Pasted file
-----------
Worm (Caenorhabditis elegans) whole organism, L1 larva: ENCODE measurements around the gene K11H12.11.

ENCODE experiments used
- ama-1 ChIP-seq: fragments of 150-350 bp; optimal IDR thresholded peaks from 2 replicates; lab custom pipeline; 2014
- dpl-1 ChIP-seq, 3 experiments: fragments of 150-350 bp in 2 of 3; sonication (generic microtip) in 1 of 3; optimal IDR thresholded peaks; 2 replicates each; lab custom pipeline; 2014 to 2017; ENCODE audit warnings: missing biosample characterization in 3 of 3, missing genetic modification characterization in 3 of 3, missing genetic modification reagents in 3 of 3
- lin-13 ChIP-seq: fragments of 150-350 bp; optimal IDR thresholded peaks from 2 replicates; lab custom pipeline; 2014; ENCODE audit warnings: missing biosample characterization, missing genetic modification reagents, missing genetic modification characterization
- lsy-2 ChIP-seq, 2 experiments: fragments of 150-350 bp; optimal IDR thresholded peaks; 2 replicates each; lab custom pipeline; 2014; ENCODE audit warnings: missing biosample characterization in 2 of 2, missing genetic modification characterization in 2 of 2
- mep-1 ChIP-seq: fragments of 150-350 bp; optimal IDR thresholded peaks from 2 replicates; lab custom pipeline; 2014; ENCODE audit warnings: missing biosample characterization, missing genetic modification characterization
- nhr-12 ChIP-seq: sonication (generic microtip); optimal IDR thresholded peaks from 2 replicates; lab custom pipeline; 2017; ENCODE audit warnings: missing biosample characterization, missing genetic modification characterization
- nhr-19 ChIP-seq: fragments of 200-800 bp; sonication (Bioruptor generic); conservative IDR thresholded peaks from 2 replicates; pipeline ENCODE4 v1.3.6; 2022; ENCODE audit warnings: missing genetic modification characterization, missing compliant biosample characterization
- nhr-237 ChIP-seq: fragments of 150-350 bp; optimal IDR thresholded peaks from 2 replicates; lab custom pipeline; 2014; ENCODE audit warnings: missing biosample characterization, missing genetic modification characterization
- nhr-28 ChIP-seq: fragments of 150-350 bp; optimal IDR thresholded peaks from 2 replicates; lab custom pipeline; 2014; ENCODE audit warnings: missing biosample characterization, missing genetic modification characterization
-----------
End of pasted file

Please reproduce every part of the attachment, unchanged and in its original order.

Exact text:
Worm (Caenorhabditis elegans) whole organism, L1 larva: ENCODE measurements around the gene K11H12.11.

ENCODE experiments used
- ama-1 ChIP-seq: fragments of 150-350 bp; optimal IDR thresholded peaks from 2 replicates; lab custom pipeline; 2014
- dpl-1 ChIP-seq, 3 experiments: fragments of 150-350 bp in 2 of 3; sonication (generic microtip) in 1 of 3; optimal IDR thresholded peaks; 2 replicates each; lab custom pipeline; 2014 to 2017; ENCODE audit warnings: missing biosample characterization in 3 of 3, missing genetic modification characterization in 3 of 3, missing genetic modification reagents in 3 of 3
- lin-13 ChIP-seq: fragments of 150-350 bp; optimal IDR thresholded peaks from 2 replicates; lab custom pipeline; 2014; ENCODE audit warnings: missing biosample characterization, missing genetic modification reagents, missing genetic modification characterization
- lsy-2 ChIP-seq, 2 experiments: fragments of 150-350 bp; optimal IDR thresholded peaks; 2 replicates each; lab custom pipeline; 2014; ENCODE audit warnings: missing biosample characterization in 2 of 2, missing genetic modification characterization in 2 of 2
- mep-1 ChIP-seq: fragments of 150-350 bp; optimal IDR thresholded peaks from 2 replicates; lab custom pipeline; 2014; ENCODE audit warnings: missing biosample characterization, missing genetic modification characterization
- nhr-12 ChIP-seq: sonication (generic microtip); optimal IDR thresholded peaks from 2 replicates; lab custom pipeline; 2017; ENCODE audit warnings: missing biosample characterization, missing genetic modification characterization
- nhr-19 ChIP-seq: fragments of 200-800 bp; sonication (Bioruptor generic); conservative IDR thresholded peaks from 2 replicates; pipeline ENCODE4 v1.3.6; 2022; ENCODE audit warnings: missing genetic modification characterization, missing compliant biosample characterization
- nhr-237 ChIP-seq: fragments of 150-350 bp; optimal IDR thresholded peaks from 2 replicates; lab custom pipeline; 2014; ENCODE audit warnings: missing biosample characterization, missing genetic modification characterization
- nhr-28 ChIP-seq: fragments of 150-350 bp; optimal IDR thresholded peaks from 2 replicates; lab custom pipeline; 2014; ENCODE audit warnings: missing biosample characterization, missing genetic modification characterization